CINCINNATI -- The Cincinnati Bengals' coaching staff and front office put on their best face in the offseason regarding the offensive line, professing their high hopes for the unit despite losing Pro Bowlers Andrew Whitworth and Kevin Zeitler.
Through one quarter of the season, it's safe to say the new line hasn't exactly produced the results they wanted.
Bengals quarterback Andy Dalton has been sacked on 10.2 percent of his attempts this season, which would be a personal high for a season. He's been sacked 14 times through four games. The Bengals allowed 13 sacks at this point last season before eventually finishing with a total of 41.
The problem is that Whitworth and Zeitler aren't walking through the door anytime soon, and there are few options to fix the situation.
The Bengals have three tackles on the roster, and a trade seems unlikely. Any long-term fixes to the unit will probably come after the season, when the Bengals should either sign a priority free agent or pursue a tackle high in the draft.
At this point they haven't publicly admitted they possibly made a mistake in 2015 when they drafted Cedric Ogbuehi in the first round and Jake Fisher in the second. The idea at the time was for Ogubehi to become Whitworth's successor, but that hasn't happened. He's never seized the starting job despite being given every chance since the beginning of last season.
Bengals coach Marvin Lewis refuted the notion that the line is struggling.
"I don't know that they necessarily (struggled)," Lewis said following the Browns game, when the Bengals gave up three sacks. "We had a 'struggle' play or two, but I thought they played a better football game, and they're going to have to continue to do that."
The Bengals shook some things up after starting 0-2, and began rotating at almost every defensive position. Bengals offensive line coach Paul Alexander said it's a similar philosophy on offense.
"I think the mix we've had the last couple of weeks has helped all their play," Alexander said. "We've got three players so why not? We rotate defensive linemen, we rotate every other position. We've done it here for years."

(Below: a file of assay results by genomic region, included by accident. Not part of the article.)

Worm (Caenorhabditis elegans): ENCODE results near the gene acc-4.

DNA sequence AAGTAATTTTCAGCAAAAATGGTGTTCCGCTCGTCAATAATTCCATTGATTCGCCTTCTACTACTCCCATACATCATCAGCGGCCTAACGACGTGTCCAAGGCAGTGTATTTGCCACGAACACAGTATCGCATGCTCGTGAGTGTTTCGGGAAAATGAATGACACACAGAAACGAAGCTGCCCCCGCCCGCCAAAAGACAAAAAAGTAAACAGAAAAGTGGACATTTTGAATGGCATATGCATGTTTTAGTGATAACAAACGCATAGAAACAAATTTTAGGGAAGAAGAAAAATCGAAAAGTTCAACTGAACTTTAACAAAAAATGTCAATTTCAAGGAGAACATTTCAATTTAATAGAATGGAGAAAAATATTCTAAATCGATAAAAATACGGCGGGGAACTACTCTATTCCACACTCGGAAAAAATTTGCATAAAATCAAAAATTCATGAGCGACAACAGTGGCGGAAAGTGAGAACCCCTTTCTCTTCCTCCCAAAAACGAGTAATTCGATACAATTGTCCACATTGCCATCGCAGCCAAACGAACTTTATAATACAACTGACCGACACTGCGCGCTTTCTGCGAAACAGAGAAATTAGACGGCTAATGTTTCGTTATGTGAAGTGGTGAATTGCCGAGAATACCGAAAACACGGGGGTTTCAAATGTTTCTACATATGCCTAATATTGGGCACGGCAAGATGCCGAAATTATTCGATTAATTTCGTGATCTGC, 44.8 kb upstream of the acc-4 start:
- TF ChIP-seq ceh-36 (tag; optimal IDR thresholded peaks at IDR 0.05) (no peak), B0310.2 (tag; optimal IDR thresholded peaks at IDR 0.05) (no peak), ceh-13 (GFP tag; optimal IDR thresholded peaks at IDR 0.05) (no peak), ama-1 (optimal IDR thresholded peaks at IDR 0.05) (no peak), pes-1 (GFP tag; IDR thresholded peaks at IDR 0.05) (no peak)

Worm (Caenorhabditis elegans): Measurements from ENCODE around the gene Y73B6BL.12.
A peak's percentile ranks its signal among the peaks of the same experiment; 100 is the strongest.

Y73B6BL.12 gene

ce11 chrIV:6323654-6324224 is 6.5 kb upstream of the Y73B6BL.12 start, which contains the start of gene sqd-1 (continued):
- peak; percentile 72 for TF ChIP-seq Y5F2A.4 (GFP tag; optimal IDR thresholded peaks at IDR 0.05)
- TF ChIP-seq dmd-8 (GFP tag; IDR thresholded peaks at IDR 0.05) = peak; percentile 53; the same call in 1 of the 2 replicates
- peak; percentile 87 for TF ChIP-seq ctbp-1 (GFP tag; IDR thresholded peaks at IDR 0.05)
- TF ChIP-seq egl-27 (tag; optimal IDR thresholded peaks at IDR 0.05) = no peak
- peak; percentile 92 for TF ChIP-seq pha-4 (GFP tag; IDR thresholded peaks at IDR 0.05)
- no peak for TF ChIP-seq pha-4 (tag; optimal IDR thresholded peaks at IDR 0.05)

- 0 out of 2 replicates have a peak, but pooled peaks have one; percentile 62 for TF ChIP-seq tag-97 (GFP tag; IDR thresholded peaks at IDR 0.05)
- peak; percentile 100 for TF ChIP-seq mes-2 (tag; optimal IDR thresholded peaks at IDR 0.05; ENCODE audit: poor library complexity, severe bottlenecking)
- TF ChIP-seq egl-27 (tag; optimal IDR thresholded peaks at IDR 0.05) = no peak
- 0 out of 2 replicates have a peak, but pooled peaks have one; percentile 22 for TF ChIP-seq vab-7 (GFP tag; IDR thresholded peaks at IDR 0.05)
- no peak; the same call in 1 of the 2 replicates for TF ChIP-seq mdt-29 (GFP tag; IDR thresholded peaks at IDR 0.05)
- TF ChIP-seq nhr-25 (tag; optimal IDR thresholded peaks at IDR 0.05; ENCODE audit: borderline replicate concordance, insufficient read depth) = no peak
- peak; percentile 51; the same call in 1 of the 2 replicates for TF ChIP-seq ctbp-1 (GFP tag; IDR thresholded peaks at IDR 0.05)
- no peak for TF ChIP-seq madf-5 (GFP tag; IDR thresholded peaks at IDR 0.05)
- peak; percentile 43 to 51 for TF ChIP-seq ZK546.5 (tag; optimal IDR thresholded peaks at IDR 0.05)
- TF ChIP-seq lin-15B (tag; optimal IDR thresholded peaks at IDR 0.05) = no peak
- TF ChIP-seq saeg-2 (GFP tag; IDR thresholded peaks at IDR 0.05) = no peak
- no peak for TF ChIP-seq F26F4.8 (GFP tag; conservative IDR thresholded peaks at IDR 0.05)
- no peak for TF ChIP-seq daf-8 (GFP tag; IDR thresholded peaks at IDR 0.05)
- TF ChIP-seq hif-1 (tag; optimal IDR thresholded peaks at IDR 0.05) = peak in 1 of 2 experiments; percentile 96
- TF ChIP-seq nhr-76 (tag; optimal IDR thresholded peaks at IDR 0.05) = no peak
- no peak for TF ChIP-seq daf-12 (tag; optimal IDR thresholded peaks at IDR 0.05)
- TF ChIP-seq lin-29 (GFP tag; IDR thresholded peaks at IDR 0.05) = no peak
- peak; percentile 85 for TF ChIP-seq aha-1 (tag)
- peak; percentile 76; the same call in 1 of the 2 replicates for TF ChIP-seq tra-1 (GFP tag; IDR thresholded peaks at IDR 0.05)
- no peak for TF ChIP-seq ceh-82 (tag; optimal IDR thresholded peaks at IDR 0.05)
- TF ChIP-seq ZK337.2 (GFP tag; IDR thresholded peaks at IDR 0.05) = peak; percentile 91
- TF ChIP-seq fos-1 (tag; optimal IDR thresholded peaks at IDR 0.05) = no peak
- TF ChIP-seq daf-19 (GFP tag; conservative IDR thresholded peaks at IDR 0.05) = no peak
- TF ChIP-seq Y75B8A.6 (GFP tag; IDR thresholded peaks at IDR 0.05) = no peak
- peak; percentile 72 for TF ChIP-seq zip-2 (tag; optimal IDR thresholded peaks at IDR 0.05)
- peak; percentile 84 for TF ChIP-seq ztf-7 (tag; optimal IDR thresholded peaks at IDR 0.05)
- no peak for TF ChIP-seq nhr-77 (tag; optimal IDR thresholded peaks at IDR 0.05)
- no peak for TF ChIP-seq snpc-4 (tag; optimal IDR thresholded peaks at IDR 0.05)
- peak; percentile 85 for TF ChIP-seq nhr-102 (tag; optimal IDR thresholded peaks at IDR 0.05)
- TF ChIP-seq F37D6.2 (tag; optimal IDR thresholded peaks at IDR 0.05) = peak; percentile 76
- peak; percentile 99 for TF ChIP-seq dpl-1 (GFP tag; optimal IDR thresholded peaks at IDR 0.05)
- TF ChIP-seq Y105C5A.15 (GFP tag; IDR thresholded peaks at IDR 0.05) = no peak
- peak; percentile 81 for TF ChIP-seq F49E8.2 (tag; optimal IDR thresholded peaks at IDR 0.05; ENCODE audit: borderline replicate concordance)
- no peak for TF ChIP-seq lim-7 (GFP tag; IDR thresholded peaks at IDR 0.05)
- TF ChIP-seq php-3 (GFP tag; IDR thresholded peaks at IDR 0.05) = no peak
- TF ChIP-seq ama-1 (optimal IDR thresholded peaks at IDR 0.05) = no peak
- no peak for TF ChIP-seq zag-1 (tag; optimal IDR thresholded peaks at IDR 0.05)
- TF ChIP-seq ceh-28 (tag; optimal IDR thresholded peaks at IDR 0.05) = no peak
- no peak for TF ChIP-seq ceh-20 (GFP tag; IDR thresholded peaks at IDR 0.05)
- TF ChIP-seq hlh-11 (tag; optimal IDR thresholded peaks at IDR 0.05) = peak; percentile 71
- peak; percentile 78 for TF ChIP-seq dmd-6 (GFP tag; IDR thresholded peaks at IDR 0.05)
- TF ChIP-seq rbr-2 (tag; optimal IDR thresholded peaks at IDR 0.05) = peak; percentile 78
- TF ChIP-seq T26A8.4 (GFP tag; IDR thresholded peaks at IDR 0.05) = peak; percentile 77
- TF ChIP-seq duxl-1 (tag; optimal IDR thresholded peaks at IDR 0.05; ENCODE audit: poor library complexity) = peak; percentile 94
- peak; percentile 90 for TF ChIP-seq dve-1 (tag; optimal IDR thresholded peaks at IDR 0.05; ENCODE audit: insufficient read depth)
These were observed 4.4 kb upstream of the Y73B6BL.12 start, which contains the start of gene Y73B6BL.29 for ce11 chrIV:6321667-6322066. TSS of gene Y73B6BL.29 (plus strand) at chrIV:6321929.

However, the offensive line must work together as a cohesive unit. Rotating offensive linemen is not the same as rotating defensive linemen, which has actually produced results for the Bengals this season.
Instead, the rotation points to the same mess as last season, when Ogbuehi rotated with Eric Winston at right tackle after failing to secure the starting job early in the season. Even Fisher, when given an opening after Ogbuehi's struggles, couldn't put his stamp on the job.
Still, the Bengals felt good enough to move forward with them, partially at the expense of the 35-year-old Whitworth. His age, combined with Ogbuehi's draft position, likely caused the Bengals to balk at the thought of giving Whitworth a long-term deal.
Whitworth signed with the Rams instead, inking a three-year, $36 million deal with $15 million guaranteed. The Rams have started 3-1 and Whitworth has allowed one sack, zero hits and zero hurries in his first four games, ranking as the top pass blocking tackle and seventh overall among tackles via Pro Football Focus.
Rams writer Alden Gonzalez called Whitworth one of the best offseason additions in the league.
The Bengals young tackles have allowed a combined 25 pressures in that same time frame, more than the Raiders' offensive line combined. Fisher has allowed three sacks, one hit and seven hurries and Ogbuehi has allowed two sacks, no hits and 12 hurries.
If the Bengals had retained Zeitler, who signed a record deal with the Browns, or Whitworth, things might be a little different. But they also didn't make moves to fix the situation after those players left, instead signing former tackle Andre Smith with the intention of having him play guard. Trey Hopkins ultimately won that job instead but was hurt in Week 1.
That meant the Bengals turned to T.J. Johnson, and then tried to see what Alex Redmond could do. After Redmond quickly gave up a sack, it was back to Johnson again. The Bengals really have few options at any position.
With both tackles struggling, the Bengals have essentially had no choice but to return to the rotation system, essentially trying to plug holes wherever they can. Smith, who didn't take a snap in the first two weeks, played 70 percent of the snaps against the Browns, rotating at both tackle spots and starting at left tackle for the first time.
He gave up three hurries and Ogbuehi did not give up a pressure in his reduced role.
After a rough start, Dalton might have figured out how to work around the protection problems, getting the ball out quickly and playing an almost perfect game against the Browns with four touchdowns.
"I expect every single one of them to get the job done," Dalton said. "You see new faces in there, or some new way of organizing the line, but it doesn't bother me."
That hasn't exactly helped the run game, however, which averages only 3.3 yards-per-rush.
It's no surprise that Dalton and the coaches have been so positive. At this point, they have to make the best of the situation. But in the offseason, the Bengals should certainly look to correct their mistakes and figure out a better way to protect Dalton. Otherwise, they'll be looking at a third straight season of shaky offensive line play.